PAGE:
One distinction between more secular-minded women's rights advocates and those who use religion as a major point of reference is the use of certain terms. While conventional feminists speak of "gender equality," religiously focused activists prefer the term "gender justice." This is because the Qurʿān, like the Bible, does not contain the term "equality." To the contrary, the scriptures are full of references of subordination of one kind of human being under another, be it based on gender, social status—including that of slaves—ethnicity, religious affiliation etc. Sacred texts however do emphasize "justice" as a major concept guiding human and societal relationships. In fact, most Islamist political parties or movements contain the term "justice" such as the leading Islamist party PJD (Party of Justice and Development) that has headed the Moroccan parliament since 2011, or the Islamist Movement Al Adl wa Ihsane (Justice and Charity). The importance of this terminology also is based on the notion that "justice" is a divinely inspired or commanded concept with universal mandate, whereas "equality" is a human or humanistic idea that therefore lacks universal application because it can be defined differently depending on cultural, geographic, political, or historical context.

For lack of a better one, I have coined the term "third way" to describe conceptual approaches to gender justice that are in essence the same as gender equality, and are developed by Moroccan thinkers and activists who insist on references to Islam.7 For a women's rights agenda to take root and be culturally consistent, these third way protagonists insist that gender justice can be derived from a scholarly re-reading of sacred texts. It describes an alternative paradigm for gender equality that de-secularizes the project of women's emancipation while at the same time employing a non-confrontational attitude towards the West. Third way advocates presuppose the existence of a basic set of human values that reaches across borders and cultures. It also aims at building a bridge between the often-poisonous rift of secular women's rights activists and certain Islamists.8 This third way is most commonly referred to as Islamic feminism. I prefer to avoid this term as it erroneously implies a unified, coherent approach when in fact Muslim-majority countries produce distinct approaches that are germane to a specific cultural context in an effort to bring about the kind of justice demanded by the scriptures.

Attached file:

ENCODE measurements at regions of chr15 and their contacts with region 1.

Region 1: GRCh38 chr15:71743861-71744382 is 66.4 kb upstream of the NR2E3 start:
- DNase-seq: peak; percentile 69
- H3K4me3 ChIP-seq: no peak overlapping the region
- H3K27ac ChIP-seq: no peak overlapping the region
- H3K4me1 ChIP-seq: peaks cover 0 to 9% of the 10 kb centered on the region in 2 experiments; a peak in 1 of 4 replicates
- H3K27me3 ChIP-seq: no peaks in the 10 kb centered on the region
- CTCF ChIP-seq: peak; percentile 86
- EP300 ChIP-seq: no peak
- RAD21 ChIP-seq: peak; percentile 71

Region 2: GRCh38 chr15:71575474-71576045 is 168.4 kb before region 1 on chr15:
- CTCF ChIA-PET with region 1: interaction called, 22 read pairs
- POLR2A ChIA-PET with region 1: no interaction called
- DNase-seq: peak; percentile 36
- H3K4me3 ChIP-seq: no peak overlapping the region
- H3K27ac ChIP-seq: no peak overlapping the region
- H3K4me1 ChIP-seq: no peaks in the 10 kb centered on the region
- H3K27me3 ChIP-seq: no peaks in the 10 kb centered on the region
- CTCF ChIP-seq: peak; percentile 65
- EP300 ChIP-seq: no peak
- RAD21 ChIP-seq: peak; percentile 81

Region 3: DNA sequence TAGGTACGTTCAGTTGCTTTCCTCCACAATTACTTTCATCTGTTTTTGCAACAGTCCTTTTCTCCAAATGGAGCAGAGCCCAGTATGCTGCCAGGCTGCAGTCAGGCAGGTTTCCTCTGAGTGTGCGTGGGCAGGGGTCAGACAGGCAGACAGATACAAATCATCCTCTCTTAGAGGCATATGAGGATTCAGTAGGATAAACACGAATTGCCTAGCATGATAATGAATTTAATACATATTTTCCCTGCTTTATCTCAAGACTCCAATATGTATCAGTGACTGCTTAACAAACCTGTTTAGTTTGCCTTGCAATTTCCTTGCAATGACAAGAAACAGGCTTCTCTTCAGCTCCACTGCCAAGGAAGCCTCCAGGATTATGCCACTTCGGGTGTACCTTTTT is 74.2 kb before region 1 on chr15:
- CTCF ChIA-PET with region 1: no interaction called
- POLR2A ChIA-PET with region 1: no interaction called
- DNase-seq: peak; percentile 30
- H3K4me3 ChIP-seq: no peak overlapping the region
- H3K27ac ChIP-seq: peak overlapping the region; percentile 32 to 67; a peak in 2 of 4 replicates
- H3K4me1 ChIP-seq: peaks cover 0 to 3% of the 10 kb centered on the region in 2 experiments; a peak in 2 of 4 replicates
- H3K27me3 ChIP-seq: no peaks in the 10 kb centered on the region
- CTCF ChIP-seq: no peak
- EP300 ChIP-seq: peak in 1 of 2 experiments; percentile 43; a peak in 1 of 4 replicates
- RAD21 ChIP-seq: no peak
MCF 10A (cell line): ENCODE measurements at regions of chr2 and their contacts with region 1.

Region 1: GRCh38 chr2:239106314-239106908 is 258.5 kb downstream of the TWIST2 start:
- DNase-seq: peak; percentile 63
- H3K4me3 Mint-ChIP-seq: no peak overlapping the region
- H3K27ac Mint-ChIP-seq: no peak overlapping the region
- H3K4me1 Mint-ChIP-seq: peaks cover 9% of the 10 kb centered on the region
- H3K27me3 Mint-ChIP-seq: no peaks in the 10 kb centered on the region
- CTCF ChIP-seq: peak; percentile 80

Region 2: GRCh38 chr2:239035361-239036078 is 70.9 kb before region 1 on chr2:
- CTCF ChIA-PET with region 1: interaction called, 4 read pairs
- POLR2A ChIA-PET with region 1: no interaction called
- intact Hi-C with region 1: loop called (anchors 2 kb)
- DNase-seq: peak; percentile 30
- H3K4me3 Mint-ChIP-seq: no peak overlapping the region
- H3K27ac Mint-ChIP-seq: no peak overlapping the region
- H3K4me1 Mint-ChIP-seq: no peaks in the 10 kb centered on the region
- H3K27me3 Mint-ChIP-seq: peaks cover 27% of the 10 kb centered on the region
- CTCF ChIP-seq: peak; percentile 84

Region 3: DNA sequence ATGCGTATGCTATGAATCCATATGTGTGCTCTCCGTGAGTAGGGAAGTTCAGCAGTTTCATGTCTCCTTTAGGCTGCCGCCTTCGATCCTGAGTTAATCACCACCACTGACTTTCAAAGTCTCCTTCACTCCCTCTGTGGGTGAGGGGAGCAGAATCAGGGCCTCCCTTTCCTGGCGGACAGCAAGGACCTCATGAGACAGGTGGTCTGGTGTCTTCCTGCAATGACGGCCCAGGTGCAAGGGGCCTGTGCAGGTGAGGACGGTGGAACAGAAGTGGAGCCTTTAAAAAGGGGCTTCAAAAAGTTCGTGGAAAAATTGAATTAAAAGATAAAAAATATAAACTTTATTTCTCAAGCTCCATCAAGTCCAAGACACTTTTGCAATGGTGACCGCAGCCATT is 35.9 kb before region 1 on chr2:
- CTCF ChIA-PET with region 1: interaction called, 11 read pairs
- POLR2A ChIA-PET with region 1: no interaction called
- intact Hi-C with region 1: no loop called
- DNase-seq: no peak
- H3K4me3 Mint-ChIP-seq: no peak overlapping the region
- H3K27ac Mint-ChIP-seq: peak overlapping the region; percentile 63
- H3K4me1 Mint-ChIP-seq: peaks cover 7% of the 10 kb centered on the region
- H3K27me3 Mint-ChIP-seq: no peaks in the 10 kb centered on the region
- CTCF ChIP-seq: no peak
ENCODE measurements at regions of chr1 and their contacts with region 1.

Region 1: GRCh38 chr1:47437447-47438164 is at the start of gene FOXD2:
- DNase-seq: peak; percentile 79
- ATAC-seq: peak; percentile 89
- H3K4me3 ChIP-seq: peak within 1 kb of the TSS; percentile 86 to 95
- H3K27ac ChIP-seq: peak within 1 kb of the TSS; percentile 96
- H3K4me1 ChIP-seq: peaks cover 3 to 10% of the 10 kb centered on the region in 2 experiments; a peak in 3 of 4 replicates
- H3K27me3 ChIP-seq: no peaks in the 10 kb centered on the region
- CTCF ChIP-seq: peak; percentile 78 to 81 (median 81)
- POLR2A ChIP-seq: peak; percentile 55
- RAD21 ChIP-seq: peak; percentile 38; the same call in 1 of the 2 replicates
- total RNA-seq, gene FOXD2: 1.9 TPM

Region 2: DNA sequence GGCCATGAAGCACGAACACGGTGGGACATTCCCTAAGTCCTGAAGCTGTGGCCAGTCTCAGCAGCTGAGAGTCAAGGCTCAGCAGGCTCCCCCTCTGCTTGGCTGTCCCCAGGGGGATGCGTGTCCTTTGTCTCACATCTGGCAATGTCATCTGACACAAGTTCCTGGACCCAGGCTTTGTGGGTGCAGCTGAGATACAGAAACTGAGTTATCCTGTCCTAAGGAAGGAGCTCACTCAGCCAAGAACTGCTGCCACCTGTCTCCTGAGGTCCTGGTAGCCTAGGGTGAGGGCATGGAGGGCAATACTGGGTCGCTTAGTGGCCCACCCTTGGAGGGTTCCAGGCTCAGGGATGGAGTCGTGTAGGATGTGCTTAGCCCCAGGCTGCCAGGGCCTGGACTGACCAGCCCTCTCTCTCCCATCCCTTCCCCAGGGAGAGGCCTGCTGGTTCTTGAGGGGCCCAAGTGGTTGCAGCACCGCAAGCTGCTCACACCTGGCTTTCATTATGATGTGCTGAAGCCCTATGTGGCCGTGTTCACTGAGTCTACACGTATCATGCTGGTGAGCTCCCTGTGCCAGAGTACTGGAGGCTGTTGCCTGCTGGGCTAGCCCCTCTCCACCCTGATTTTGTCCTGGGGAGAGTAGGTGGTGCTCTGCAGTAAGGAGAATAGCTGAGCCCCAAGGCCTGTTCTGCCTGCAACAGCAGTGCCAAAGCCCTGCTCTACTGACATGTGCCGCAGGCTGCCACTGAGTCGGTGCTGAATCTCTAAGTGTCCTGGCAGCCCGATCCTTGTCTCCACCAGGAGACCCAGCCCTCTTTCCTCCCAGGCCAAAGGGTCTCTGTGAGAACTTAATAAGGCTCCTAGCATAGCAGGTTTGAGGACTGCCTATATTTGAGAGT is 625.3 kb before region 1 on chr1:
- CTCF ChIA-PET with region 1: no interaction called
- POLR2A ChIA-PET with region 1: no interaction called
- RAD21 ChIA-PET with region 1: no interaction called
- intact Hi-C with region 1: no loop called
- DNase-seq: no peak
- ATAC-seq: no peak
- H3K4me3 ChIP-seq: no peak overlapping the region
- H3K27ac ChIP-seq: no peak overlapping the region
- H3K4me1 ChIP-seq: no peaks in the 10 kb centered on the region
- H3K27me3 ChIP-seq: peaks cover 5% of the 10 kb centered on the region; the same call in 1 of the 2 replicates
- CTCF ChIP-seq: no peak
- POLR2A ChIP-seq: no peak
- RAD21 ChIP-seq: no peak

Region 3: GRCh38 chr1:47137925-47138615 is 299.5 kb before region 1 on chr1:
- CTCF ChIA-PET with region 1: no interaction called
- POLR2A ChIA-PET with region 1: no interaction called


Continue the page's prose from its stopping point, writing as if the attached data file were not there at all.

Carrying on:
Third way ideas are not limited to gender issues.9 In Morocco, the idea of a third way grew, in part, from an informal survey of Moroccan women conducted by a group of scholars from social sciences and religion. One of the questions asked respondents about their concerns about their religion. The overwhelming majority of women described a chief concern as "fear of questions." They said there were many aspects of the practice of Islam that troubled them, but that they did not want to risk being unfaithful and so preferred not to ask questions. Fear of being regarded a "disbeliever" was of paramount concern among the women surveyed; they did not want to risk being ostracized by their community for overstepping real or imagined boundaries. Many responded that it was more important how their community viewed them than to pose questions that could potentially create trouble for them. Conformity rather than individuality is still a highly valued—or feared and despised—aspect of contemporary Moroccan life.